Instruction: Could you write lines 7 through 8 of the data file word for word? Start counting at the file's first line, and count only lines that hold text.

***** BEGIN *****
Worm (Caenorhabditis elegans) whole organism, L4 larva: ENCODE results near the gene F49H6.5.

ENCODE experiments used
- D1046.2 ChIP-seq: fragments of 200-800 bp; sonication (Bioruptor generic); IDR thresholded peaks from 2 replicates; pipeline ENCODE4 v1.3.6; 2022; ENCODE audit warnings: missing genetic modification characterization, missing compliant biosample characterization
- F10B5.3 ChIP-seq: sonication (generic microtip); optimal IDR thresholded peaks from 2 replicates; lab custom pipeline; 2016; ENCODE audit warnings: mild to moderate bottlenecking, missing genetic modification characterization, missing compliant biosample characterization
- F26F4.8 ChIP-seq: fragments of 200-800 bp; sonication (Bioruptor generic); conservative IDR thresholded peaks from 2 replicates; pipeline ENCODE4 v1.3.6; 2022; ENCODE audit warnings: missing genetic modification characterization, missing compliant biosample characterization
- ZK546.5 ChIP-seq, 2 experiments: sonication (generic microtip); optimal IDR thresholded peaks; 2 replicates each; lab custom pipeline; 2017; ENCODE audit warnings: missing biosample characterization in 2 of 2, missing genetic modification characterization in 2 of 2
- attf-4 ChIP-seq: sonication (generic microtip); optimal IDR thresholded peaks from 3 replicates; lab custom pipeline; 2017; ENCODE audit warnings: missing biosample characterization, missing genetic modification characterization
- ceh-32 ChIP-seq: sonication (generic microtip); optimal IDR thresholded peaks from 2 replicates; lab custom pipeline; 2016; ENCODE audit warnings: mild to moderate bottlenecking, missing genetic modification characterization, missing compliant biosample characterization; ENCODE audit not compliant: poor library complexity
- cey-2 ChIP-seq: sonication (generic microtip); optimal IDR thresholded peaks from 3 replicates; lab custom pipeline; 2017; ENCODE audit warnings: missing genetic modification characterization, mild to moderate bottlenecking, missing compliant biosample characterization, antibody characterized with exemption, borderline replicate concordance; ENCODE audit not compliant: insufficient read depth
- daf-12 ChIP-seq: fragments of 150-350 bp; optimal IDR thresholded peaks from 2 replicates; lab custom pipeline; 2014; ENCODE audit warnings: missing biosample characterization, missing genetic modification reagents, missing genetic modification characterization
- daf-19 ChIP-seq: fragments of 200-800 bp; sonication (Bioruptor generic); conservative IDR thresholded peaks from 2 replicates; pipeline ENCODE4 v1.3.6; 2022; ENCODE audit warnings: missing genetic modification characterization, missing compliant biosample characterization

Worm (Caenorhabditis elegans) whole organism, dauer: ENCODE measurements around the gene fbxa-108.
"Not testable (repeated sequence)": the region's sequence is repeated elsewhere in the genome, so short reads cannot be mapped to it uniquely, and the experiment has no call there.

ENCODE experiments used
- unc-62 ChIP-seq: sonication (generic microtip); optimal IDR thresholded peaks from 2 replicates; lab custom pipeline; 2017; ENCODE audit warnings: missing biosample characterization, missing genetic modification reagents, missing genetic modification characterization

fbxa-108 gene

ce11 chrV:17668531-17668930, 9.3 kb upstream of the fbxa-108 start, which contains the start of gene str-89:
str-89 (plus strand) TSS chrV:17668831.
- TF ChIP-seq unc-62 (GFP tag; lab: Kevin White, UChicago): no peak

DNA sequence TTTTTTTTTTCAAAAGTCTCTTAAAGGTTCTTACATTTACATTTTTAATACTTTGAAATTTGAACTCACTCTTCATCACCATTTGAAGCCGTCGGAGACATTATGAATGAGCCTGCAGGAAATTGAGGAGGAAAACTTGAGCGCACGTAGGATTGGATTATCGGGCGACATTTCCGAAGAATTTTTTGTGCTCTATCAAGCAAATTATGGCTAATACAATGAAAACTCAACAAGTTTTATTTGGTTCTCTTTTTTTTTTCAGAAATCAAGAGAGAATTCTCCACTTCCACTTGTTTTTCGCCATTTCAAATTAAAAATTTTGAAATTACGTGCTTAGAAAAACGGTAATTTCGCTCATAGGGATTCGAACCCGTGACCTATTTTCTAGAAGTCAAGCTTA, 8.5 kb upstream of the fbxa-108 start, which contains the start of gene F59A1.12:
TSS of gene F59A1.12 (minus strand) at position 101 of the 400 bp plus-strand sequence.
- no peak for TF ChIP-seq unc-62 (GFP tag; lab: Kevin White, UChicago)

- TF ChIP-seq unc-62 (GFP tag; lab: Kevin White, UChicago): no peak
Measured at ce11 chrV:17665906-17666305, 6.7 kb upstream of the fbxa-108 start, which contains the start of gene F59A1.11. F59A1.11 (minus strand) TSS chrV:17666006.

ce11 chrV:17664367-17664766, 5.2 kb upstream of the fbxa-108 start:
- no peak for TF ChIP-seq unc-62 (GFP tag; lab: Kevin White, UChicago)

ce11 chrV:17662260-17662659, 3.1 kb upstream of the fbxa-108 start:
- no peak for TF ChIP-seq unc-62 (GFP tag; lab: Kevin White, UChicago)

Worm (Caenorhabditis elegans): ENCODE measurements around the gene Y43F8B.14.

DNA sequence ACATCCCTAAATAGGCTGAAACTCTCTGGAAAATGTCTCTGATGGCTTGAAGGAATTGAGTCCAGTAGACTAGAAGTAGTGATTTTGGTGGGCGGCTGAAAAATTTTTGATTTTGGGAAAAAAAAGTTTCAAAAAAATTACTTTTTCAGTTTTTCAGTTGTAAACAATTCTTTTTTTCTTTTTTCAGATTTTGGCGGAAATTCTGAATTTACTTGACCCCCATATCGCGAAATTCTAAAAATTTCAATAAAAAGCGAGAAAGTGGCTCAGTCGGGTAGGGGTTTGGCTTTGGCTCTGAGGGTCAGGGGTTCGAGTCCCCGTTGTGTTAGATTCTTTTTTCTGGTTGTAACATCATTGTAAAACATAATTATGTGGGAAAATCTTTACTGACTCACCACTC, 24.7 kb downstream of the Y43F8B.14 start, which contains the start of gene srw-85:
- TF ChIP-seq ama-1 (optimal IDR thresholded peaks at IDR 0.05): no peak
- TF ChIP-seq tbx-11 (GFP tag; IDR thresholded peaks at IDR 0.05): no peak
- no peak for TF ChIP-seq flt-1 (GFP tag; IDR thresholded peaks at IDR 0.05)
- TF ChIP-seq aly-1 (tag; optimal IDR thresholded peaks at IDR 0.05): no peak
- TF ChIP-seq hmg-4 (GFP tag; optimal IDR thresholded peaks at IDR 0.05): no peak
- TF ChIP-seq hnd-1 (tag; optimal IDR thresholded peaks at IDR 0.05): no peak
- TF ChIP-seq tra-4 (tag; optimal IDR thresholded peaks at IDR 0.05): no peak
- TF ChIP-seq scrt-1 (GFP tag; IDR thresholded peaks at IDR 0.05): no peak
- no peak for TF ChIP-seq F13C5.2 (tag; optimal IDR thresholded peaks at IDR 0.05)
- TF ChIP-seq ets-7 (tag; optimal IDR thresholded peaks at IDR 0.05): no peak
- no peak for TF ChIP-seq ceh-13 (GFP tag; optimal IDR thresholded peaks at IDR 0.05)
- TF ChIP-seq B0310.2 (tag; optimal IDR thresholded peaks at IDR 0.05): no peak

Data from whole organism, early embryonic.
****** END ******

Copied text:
- attf-4 ChIP-seq: sonication (generic microtip); optimal IDR thresholded peaks from 3 replicates; lab custom pipeline; 2017; ENCODE audit warnings: missing biosample characterization, missing genetic modification characterization
- ceh-32 ChIP-seq: sonication (generic microtip); optimal IDR thresholded peaks from 2 replicates; lab custom pipeline; 2016; ENCODE audit warnings: mild to moderate bottlenecking, missing genetic modification characterization, missing compliant biosample characterization; ENCODE audit not compliant: poor library complexity